A serial like ZM34S*** or ZM134S*** would definitely have the update.

But the ZM24P30128, according to that info made 2 months earlier, does boot. That simply does not add up.

We didn’t reach a conclusion on this, and since they’re out of warranty, they’re also out of free IB hardware upgrades, even though that secret sauce is so top secret that nobody will talk about this, nobody will sell it to me, and nobody has any documents about it. That is, given the website advertises v2 compatibility, frankly horse shit for any buyer of used hardware.

Shortly after that I needed to give the second board away, and I gave away the original one we agreed on, keeping the non-compatible unit for myself.

But I took pictures. And after learning quite a bit about photography in general and the limits of my Sony RX100M2, I think this is pretty close to what I can do with it. I’m not exactly thinking about an upgrade, but knowing your hardware limits is a valuable thing, even if your skill level doesn’t quite reach there yet.

Click here for a massive 18MP GIF image that alternates the two boards (front) for easy comparison…

I can’t spot a significant change except for the different choke at the center of the board – but that looks factory to me. Those chokes, especially when connected to a large layer, are notoriously hard to solder on these 8, 10, 12 layer boards.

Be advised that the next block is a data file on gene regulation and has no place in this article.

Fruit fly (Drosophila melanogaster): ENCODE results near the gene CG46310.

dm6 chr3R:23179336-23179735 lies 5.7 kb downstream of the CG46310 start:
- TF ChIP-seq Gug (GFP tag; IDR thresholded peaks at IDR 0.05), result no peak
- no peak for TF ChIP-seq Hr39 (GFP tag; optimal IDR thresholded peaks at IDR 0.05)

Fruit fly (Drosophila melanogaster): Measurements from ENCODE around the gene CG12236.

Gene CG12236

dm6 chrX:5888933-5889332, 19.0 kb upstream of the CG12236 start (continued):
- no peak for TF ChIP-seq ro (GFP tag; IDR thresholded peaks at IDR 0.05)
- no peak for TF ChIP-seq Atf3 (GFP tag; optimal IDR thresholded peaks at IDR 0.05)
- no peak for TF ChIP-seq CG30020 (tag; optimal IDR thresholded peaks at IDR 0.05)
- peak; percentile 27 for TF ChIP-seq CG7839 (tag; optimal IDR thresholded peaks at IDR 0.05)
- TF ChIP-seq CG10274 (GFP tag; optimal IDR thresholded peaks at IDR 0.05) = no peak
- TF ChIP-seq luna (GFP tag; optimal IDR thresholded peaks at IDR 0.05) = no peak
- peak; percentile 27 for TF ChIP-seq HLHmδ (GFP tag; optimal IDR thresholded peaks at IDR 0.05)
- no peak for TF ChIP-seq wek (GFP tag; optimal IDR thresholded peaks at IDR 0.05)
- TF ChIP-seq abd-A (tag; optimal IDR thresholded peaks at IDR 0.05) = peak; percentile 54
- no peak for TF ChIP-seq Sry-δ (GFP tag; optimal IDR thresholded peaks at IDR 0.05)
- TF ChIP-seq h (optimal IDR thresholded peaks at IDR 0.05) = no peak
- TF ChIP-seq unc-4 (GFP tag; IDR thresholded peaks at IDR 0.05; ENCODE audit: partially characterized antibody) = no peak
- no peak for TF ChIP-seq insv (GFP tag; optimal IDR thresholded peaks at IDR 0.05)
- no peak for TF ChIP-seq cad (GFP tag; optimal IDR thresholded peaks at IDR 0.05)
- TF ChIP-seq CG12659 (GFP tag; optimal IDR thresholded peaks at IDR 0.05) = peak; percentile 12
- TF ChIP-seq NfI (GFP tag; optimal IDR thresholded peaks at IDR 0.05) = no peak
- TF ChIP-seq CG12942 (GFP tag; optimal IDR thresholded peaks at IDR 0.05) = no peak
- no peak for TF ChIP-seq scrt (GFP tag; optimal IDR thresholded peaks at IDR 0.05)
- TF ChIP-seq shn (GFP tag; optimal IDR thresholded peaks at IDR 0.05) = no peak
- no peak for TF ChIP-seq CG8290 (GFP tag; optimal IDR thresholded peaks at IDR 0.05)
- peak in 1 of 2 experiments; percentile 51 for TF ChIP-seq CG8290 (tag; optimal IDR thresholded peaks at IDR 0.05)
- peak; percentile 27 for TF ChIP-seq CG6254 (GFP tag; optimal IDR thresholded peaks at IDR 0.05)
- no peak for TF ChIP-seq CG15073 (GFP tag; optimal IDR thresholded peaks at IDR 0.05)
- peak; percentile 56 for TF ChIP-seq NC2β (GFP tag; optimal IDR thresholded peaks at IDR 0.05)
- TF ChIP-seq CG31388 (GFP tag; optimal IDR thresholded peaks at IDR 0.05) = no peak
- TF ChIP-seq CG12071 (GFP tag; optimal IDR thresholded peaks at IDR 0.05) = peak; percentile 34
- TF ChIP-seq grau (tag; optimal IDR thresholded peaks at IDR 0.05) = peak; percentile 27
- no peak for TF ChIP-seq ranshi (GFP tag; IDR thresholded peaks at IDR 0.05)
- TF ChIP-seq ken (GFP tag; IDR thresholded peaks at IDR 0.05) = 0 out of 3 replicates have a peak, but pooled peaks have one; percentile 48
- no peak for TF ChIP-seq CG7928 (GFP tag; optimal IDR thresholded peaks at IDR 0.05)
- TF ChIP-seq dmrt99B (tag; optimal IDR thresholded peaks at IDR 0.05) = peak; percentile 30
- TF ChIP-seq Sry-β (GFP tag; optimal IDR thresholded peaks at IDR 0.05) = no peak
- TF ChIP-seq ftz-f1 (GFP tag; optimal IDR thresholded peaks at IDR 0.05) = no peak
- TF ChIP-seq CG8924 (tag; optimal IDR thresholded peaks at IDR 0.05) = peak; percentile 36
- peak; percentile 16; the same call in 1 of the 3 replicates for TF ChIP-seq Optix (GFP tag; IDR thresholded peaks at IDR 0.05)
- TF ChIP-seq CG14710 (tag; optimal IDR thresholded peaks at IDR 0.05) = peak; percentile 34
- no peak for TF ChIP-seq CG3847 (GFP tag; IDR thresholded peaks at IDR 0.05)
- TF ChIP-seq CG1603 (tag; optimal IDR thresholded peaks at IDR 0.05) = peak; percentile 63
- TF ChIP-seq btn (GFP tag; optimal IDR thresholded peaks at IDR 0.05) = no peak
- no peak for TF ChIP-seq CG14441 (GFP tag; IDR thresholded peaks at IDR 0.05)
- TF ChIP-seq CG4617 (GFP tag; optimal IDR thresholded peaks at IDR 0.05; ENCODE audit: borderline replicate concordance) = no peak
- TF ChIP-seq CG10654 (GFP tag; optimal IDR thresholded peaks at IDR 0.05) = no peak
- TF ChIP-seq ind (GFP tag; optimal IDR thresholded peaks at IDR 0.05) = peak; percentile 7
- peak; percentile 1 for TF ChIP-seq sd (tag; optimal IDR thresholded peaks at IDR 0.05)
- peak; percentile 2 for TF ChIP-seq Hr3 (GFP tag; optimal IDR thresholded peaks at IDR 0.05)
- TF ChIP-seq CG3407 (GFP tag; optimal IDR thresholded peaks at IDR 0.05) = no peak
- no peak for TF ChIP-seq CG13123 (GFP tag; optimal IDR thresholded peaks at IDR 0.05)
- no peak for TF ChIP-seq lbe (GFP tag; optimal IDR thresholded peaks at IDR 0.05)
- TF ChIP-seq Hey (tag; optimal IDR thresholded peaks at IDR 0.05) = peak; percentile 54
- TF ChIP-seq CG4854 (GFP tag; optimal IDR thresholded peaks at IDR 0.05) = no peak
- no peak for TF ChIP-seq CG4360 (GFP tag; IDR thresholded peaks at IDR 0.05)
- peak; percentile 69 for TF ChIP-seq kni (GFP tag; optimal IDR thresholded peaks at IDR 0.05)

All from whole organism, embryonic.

The compatible board has a 300nH Vitec branded PR63N-301 choke here like for all of the CPU phases, and mine runs a generic 1R0 (1µH?) one. That change on a single voltage rail of the chipset however should not make or break Ivy compatibility…I suppose.
All of the other stuff is for funsies, e.g. crystals that sit the other way round or caps that bend in different directions. Also, the CPU heat sink was dented when handling ;)
I cannot spot anything that would have been modified by a human being – but I didn’t take off the chipset heat sink that sometimes is glued. So given the back of the board (only a 16 MP GIF here… – the more recent Sandy shot is much better due to upgraded LEDs and power supply of my lightbox) does not have any changes as well and the HannStar board label indicates this is the very same layout, I need to assume that they exchanged a major chip, e.g. the C602 chipset itself. Which is nice if that was done free of charge!

This link provides an interesting read on Sandy/Ivy compatibility on some Lenovo board, but the Intel C602 product page only mentions Intel ME firmware 7.1.20 and no version 8.

Well, if it’s bound to some Intel ME crap that cannot be handled by a simple BIOS chip reprogramming, I’m probably out of luck here. I’d certainly like to use Ivy processors but I’ve sniped an 2670(v1) on eBay as well, so I’m also at 2.6 GHz base and even 3.3 GHz turbo clock, with the added benefit of an octacore (yet higher TDP – actually too high for 100% static load on my very reduced fan setup). Still, hacking this bad boy myself would be a nice touch.

Anyone with Intel ME and Supermicro expertise here? Hit me up!

Original pics for those that want to search for differences themselves:

SB-EP/IB-EP compatible:

Only SB-EP compatible: